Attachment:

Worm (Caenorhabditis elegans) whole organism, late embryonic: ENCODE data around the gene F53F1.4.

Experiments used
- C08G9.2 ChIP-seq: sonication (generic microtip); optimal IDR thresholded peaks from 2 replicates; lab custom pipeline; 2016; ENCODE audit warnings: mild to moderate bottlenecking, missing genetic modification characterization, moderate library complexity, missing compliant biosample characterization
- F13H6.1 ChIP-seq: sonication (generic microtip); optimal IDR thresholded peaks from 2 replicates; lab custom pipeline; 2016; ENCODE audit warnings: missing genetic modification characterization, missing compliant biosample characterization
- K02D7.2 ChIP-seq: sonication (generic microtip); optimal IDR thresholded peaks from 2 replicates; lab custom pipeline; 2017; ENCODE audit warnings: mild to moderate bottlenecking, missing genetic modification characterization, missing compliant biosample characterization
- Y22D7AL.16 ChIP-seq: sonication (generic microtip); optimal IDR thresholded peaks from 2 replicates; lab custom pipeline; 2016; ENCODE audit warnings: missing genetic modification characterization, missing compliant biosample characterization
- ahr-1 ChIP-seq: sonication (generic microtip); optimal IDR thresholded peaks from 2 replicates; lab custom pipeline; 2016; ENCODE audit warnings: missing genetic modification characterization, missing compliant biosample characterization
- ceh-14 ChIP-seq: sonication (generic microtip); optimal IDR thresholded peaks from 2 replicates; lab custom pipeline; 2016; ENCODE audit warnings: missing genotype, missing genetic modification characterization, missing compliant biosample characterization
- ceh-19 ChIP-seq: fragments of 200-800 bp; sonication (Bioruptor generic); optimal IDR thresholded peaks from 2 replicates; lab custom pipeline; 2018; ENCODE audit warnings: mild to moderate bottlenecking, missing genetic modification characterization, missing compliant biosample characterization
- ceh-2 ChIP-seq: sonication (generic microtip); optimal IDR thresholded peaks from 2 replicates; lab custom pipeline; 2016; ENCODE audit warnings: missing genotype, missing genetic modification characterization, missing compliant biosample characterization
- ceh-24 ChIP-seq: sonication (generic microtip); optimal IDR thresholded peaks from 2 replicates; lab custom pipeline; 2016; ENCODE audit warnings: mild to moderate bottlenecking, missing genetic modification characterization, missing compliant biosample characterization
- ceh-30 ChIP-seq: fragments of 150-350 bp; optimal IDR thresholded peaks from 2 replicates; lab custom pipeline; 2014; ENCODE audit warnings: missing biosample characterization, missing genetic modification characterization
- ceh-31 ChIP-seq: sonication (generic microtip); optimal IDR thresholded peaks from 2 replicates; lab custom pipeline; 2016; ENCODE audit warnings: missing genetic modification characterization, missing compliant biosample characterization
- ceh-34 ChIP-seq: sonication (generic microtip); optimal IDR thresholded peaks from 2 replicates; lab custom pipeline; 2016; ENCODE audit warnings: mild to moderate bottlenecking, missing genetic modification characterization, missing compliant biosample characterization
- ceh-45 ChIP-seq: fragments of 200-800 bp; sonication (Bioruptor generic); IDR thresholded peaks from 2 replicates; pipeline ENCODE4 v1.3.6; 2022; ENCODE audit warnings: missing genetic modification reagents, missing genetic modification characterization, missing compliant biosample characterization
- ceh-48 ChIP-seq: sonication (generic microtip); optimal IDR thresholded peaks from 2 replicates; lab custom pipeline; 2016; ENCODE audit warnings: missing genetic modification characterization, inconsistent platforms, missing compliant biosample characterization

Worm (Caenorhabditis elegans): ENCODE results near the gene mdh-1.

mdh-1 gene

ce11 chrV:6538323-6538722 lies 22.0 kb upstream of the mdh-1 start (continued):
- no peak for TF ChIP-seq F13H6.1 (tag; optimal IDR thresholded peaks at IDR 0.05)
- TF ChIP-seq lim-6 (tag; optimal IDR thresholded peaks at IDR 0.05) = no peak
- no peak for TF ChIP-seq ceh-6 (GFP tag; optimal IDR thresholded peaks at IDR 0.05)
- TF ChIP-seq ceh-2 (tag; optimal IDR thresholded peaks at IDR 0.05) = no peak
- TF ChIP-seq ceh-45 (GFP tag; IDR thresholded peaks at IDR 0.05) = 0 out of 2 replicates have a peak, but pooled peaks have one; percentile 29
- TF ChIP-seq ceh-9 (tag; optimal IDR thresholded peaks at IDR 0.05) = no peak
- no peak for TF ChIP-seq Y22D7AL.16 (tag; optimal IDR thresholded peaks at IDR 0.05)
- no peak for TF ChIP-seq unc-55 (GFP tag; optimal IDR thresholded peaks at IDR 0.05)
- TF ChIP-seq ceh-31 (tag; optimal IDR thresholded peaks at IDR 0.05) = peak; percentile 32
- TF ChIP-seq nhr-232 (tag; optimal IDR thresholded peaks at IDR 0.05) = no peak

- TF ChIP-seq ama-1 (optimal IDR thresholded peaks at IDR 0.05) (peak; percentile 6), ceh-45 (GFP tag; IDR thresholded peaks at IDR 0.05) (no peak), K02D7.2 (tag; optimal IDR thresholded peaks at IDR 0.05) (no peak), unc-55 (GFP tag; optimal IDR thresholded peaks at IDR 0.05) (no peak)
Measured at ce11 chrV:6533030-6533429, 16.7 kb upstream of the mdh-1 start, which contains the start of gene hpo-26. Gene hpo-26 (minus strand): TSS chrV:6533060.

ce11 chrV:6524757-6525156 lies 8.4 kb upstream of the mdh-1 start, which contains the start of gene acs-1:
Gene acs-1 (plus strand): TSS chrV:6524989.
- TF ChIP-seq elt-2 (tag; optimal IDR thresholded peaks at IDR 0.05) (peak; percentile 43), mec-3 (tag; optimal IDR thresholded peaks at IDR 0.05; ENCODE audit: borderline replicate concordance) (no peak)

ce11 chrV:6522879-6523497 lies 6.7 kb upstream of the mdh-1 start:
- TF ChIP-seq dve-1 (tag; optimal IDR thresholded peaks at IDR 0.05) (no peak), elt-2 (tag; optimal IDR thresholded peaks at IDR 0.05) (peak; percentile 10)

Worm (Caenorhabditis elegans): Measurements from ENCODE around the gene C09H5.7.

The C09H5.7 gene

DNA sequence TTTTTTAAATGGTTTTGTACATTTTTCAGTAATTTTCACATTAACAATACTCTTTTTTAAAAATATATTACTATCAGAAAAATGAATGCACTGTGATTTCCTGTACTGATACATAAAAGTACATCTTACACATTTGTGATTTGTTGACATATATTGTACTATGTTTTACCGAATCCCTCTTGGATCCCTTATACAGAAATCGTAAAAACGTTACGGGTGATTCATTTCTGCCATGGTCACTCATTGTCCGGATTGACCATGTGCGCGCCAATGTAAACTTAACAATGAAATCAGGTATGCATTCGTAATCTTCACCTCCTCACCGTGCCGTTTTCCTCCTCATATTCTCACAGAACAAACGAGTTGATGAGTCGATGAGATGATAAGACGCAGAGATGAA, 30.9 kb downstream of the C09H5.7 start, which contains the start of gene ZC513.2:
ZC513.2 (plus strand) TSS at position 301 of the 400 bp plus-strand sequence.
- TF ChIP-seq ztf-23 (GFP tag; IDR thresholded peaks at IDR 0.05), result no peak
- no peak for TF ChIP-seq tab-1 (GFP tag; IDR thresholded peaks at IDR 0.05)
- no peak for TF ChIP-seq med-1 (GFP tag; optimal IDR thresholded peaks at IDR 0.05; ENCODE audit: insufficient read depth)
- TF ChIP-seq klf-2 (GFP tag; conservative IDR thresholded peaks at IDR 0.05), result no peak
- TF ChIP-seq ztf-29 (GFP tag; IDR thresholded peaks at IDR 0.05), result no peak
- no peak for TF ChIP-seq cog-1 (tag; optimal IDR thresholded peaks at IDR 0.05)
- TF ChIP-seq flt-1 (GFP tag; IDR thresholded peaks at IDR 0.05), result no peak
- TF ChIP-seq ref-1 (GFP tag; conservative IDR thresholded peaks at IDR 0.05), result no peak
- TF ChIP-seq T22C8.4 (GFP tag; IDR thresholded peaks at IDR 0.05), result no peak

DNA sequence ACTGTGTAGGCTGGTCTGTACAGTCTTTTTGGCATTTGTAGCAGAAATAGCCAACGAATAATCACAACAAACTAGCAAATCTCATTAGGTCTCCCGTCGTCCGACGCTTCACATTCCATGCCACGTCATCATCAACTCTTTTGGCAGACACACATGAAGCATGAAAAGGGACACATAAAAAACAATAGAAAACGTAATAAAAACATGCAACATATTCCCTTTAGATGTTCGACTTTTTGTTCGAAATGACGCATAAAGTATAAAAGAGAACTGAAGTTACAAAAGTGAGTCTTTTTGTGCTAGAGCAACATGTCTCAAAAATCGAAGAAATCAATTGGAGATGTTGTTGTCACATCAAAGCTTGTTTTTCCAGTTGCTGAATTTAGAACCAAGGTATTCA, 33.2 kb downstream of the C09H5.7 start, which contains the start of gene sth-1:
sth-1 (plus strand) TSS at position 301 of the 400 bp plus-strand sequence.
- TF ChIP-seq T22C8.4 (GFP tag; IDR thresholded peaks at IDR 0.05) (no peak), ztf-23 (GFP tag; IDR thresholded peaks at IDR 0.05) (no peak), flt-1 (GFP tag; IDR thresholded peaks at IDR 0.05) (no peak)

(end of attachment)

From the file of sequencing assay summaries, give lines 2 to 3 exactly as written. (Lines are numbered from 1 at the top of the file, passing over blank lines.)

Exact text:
Experiments used
- C08G9.2 ChIP-seq: sonication (generic microtip); optimal IDR thresholded peaks from 2 replicates; lab custom pipeline; 2016; ENCODE audit warnings: mild to moderate bottlenecking, missing genetic modification characterization, moderate library complexity, missing compliant biosample characterization